Information and Communication Technology players are looking at ways of building a secured broadband infrastructure protected from damage caused by construction activities that disrupt Internet connectivity.
Consumers are forced to foot the cost of maintenance and operations as a result of damages on the Internet infrastructure, which has been attributed to road and building constructions in the country.
Experts said regular disruption of Internet connectivity directly contributes to high cost of high speed Internet and other broadband-based services.
Ghislain Nkeramugaba, chief executive of Rwanda Information Communication Technology Association (RICTA) — the organisation that represents the country’s Internet community told Rwanda Today that ICT players are working towards addressing this challenge.
According to Mr Nkeramugaba, high cost of operations and maintenance have been cited by Internet service providers (ISP) as key contributor to the increased cost of broadband.
“Operators told us that since they are service providers and have a lot of maintenance cost mainly due to unplanned maintenance as a result of damages to fibre, they need to levy high charges so that they have enough money to repair the fibre,” he said.
Internet service providers and other ICT players said secure broadband infrastructure and built in a more efficient way possible, will contribute to lower price of Internet to the end users.
“Since the high cost of maintenance of fibre is still prohibitively high as what we heard from the providers it indicates that it is one factor that makes Internet cost high” said Mr Nkeramugaba.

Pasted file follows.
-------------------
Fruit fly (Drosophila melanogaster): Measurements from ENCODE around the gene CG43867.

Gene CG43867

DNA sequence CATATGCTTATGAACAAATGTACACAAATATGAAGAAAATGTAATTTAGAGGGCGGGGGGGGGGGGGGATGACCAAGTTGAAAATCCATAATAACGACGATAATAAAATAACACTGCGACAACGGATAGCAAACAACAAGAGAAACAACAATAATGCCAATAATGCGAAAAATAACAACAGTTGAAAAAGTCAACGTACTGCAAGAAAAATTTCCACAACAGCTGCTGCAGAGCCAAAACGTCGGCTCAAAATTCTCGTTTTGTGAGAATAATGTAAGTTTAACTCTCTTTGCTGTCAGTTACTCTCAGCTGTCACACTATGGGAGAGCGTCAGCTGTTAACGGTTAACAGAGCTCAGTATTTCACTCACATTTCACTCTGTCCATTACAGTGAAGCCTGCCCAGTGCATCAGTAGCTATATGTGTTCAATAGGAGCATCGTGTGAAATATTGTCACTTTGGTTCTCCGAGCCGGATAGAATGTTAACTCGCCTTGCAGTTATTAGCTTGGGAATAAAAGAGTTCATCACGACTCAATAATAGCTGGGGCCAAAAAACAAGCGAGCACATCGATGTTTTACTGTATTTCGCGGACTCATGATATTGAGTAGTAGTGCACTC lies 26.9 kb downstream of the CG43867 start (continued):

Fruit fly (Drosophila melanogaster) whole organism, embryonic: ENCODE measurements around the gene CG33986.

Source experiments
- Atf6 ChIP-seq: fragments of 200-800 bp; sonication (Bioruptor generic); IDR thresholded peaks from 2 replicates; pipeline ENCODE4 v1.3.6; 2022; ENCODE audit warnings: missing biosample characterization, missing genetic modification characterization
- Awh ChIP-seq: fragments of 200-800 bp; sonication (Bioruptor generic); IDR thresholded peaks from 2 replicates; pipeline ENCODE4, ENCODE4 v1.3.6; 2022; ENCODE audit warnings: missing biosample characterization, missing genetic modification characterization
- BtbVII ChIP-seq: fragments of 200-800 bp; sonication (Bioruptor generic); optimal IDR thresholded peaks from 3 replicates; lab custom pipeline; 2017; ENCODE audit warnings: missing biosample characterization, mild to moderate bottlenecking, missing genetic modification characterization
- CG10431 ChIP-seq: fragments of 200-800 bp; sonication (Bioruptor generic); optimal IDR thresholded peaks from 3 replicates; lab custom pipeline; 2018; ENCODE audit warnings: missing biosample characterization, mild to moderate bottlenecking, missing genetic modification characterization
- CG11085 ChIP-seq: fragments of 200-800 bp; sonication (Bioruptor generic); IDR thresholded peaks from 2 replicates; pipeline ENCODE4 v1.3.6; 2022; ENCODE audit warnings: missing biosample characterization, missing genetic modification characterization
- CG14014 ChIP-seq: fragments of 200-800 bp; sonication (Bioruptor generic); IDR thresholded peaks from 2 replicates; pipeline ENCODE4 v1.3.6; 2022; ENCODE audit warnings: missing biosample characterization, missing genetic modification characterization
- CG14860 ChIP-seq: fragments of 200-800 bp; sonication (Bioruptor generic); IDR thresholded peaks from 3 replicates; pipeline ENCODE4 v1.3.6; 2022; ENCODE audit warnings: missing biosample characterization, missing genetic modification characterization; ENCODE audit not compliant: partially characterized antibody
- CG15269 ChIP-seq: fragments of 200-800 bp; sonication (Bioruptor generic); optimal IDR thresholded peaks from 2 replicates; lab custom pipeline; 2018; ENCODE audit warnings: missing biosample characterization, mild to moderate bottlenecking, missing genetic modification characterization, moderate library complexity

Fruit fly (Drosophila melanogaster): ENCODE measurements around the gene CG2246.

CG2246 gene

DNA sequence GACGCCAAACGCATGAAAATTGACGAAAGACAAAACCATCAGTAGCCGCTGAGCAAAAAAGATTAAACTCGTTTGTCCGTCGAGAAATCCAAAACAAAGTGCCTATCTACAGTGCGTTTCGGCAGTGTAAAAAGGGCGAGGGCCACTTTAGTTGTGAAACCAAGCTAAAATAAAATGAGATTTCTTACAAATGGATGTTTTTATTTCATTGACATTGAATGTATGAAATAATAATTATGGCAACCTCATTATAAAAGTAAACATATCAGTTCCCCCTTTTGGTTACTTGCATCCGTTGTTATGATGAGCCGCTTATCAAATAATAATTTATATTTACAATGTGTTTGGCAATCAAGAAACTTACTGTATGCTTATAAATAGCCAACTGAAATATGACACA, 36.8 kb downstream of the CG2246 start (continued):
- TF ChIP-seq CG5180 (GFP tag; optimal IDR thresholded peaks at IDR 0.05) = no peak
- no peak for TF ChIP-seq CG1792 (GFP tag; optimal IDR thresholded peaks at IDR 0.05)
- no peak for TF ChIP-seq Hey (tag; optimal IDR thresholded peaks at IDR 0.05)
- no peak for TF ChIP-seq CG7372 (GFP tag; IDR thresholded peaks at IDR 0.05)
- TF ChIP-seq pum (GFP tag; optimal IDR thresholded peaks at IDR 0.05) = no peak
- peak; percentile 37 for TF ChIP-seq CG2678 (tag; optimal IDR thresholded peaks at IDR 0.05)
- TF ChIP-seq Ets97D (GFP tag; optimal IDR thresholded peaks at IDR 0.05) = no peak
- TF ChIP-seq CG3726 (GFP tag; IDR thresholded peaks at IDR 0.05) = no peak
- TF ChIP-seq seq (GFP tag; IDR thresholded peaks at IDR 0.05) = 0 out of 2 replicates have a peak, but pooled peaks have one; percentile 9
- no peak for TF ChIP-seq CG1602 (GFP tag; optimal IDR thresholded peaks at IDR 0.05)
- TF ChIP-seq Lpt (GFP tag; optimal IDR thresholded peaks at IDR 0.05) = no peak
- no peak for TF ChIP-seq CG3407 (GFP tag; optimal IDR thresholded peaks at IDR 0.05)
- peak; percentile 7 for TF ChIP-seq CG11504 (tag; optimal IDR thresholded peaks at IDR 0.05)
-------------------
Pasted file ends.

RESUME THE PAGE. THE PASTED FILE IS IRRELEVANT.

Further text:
Rwanda Utilities Regulatory Authority (Rura) — the telecom regulator — has licensed three operators to install fibre optic cables around the country. Liquid Telecom Ltd was authorised to lay fibre on 69 sites, KT Rwanda Networks 25 and MTN Rwanda in three sites.
Earlier this year, Sam Nkusi, chief of Liquid Telecom Ltd, the leader in fibre businesses by number of sites appealed to developers and others who are in construction sector to stop destroying broadband cables.
Mr Nkeramugaba told this paper, the expenses on fibre maintenance and other related operations could be as high as millions of dollars.
In mid November, key issues related to broadband infrastructures will be discussed in the country’s Internet Governance Forum — an annual gathering for the country’s Internet users and business community.
Meanwhile, Internet users and businesses that mainly depend on broadband services hope to make fibre optic a utility like clean water and electricity.
Despite its foundation role in ICT sector growth, the broadband is still considered a luxury by many in the country as reflected in the low Internet penetration rate of around 33 per cent as of 2016.